One thing that is new in Decree 163 is its express requirement to comply with Vietnam’s e-commerce regulations. Article 4.2 provides that a logistics business conducting part of or its entire business electronically over the Internet, mobile or other “open networks” must comply with e-commerce regulations. Vietnam’s main e-commerce regulation is Decree 52/2013/ND-CP. Decree 52 requires e-commerce service providers to either notify or register with the Ministry of Industry and Trade. E-commerce providers must also protect personal information and consumer interest in accordance with Decree 52 and other laws and regulations. Arguably, though, these e-commerce requirements were already applicable to logistics services that conducted e-commerce activities before Decree 163.

Article 4.2 is very broad and could obviously apply to any business communications over e-mail, messaging apps, web-conferencing, company websites, and social networking sites – just to name few. The question is whether Article 4.2 will also apply to new internal, digital enterprise processes, such as digital supply chain and smart warehousing technologies that utilize “open networks.” Vietnamese law does not define “open networks,” and various literature about the topic is inconclusive as to what it actually means. For instance, one tech article concludes that today “open network” means “user choice” – which is not very helpful from a legal perspective. If IT specialists disagree on the meaning of “open networks,” the various Vietnamese authorities involved in regulating and licensing logistics activities are likely to be confused as well and could interpret Article 4.2 in various, uncertain ways.

Bottom line: The new Decree 163 does not expand market access rights of foreign investors in Vietnam’s logistics sector, but it introduces an explicit requirement to comply with e-commerce regulations.

For more information , please contact Manfred Otto at MOtto@duanemorris.com or any other lawyer you are regularly communicating with at Duane Morris.

Disclaimer: This post has been prepared and published for informational purposes only and is not offered, nor should be construed, as legal advice. Each case should be analyzed individually with the support of competent legal counsel. For more information, please see the firm’s full disclaimer.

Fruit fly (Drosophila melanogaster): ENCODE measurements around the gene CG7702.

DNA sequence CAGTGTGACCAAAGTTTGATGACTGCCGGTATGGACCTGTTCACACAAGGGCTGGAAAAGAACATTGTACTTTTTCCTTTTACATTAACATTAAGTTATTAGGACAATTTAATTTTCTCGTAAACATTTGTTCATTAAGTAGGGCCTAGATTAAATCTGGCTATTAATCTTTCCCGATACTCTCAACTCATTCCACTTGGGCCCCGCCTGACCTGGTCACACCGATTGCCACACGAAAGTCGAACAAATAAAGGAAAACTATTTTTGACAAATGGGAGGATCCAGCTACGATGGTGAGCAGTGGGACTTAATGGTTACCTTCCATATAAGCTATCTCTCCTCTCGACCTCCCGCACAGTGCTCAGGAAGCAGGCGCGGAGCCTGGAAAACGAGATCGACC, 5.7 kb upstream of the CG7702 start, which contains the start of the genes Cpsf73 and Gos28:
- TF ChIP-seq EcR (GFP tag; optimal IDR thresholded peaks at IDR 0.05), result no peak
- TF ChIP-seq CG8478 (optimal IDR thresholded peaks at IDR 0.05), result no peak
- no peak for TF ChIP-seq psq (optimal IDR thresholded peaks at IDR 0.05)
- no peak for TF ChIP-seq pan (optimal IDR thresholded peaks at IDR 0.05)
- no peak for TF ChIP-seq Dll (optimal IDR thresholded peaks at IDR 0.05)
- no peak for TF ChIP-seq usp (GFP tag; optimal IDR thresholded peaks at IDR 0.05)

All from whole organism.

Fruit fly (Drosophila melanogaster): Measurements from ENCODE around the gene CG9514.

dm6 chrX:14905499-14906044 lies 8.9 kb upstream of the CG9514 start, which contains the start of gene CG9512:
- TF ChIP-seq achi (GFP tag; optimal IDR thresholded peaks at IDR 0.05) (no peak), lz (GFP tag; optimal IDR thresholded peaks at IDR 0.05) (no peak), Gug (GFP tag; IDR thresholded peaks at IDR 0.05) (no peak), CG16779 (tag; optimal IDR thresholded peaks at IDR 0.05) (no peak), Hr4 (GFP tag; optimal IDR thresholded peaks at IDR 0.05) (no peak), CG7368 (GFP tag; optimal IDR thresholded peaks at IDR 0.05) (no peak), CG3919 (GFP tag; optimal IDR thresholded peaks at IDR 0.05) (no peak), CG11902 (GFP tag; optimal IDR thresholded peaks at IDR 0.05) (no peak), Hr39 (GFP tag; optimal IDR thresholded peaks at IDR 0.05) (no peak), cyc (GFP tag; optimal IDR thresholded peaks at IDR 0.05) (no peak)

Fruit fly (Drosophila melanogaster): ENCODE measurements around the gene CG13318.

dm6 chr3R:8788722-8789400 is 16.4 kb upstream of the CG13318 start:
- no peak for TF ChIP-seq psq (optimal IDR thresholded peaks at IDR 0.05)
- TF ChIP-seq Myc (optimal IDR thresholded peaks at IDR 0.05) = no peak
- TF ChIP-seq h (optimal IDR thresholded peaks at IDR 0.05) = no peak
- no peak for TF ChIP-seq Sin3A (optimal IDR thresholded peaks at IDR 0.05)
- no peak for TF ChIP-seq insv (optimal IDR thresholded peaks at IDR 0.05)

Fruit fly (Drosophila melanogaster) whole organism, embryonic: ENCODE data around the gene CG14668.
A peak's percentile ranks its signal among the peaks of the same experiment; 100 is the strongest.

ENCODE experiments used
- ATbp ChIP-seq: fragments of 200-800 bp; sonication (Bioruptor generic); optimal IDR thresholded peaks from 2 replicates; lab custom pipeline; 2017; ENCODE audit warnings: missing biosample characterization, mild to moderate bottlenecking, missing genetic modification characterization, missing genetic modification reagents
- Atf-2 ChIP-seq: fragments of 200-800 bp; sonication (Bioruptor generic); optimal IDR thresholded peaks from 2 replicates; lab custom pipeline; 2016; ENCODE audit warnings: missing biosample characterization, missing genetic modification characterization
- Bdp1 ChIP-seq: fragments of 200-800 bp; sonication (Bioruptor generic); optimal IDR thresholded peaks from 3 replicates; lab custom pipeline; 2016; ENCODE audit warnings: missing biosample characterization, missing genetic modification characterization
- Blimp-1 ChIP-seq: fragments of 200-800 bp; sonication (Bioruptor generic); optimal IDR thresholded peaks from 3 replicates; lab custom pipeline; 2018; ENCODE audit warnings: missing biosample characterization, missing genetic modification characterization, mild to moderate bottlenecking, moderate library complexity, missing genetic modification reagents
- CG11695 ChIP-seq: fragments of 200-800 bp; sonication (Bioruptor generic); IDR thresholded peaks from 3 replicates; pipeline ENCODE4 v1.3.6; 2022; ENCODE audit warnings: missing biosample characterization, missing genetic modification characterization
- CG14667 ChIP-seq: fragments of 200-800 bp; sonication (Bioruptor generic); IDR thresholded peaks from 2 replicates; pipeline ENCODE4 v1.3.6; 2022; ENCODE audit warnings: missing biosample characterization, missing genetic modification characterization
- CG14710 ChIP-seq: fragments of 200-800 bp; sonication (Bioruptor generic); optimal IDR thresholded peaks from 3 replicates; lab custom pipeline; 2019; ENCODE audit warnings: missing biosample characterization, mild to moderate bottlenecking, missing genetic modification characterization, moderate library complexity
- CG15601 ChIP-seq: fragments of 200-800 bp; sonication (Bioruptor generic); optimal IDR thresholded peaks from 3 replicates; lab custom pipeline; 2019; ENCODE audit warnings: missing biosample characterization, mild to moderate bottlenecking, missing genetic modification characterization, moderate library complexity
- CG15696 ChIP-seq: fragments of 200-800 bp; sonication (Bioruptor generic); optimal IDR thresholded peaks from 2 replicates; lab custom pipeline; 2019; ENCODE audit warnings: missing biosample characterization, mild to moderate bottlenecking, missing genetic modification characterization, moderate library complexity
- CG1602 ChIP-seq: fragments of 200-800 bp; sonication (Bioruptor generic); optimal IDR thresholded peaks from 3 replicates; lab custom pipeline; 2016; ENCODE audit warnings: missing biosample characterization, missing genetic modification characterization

“RegTech in Asia – Opportunities & Challenges” – 23 Nov 2017 Presentation

Slides from my recent presentation in Ho Chi Minh City on “RegTech in Asia – Opportunities & Challenges” on 23 November 2017 organized by QRC HK & Infinity Blockchain Labs:

171123 RegTech in Asia-Otto-EN

Main topics:

  • AML/KYC (anti-money laundering and “know your customer”)
  • Compliance costs in Asia
  • e-Government (e-Customs, e-Courts, e-Tax)

Statutory KYC Requirements in Vietnam

For more information , please contact Manfred Otto at MOtto@duanemorris.com or any other lawyer you are regularly communicating with at Duane Morris.

Disclaimer: This post has been prepared and published for informational purposes only and is not offered, nor should be construed, as legal advice. Each case should be analyzed individually with the support of competent legal counsel. For more information, please see the firm’s full disclaimer.

『ベトナム国有企業M&A~コーポレートガバナンス』2017年11月16日プレゼン資料

2017年11月16日に日本アセアンセンターが開催した「ベトナム政府との対話~国有企業の株式化とM&A~in 東京」と題したセミナーの私のプレゼン資料です。

トピック

「ベトナム国有企業M&A~コーポレートガバナンス」

  1. 機関設計
    株主総会、取締役会、社長など
  2. 少数株主の権利保護
    株式譲渡制限に関する定款・契約条項

ダウンロードリンクは以下です。

171116 Vietnam SOE and M&A-ASEAN Centre-Otto-JP.pdf

ご質問等ございましたら、オットー(MOtto@duanemorris.com)または弊所で通常連絡を取っている担当弁護士までご連絡ください。

Organization Chart of a Vietnamese SOE

〈ご注意〉こちらの記事は皆様に情報をお届けする目的でのみ作成・掲載しておりますので、法的なアドバイスとして提供・構成することを目的としておりません。詳細につきましては、当事務所の注意書きをご一読下さい。

***

Slides from my recent presentation in Tokyo on “Vietnam State-Owned Enterprises and M&A – Corporate Governance” organized by ASEAN-JAPAN Centre on 16 November 2017.

171116 Vietnam SOE and M&A-ASEAN Centre-Otto-JP.pdf

For more information , please contact Manfred Otto at MOtto@duanemorris.com or any other lawyer you are regularly communicating with at Duane Morris.

Disclaimer: This post has been prepared and published for informational purposes only and is not offered, nor should be construed, as legal advice. Each case should be analyzed individually with the support of competent legal counsel. For more information, please see the firm’s full disclaimer.

Vietnam’s State-Owned Enterprises Equitisation and M&A – 6 July 2017 Presentation Slides

Slides from our recent presentation in Singapore on “SOE Equitisation and M&A – Recent Trends and Corporate Governance”.

Vietnam SOE Equitization and M&A-6 July 2017-Otto-ENG

For more information , please contact Manfred Otto at MOtto@duanemorris.com or any other lawyer you are regularly communicating with at Duane Morris.

*   *   *

先日シンガポールで開催した「ベトナム国有企業の株式化とM&A~最近の動向とコーポレートガバナンス」についての日本語版プレゼン資料です。

Vietnam SOE Equitization and M&A-6 July 2017-Otto-JP

ご質問等ございましたら、オットー(MOtto@duanemorris.com)または弊所で通常連絡を取っている担当弁護士までご連絡ください。

 

More Clarity on Foreign Investment and M&A in Logistics Companies in Vietnam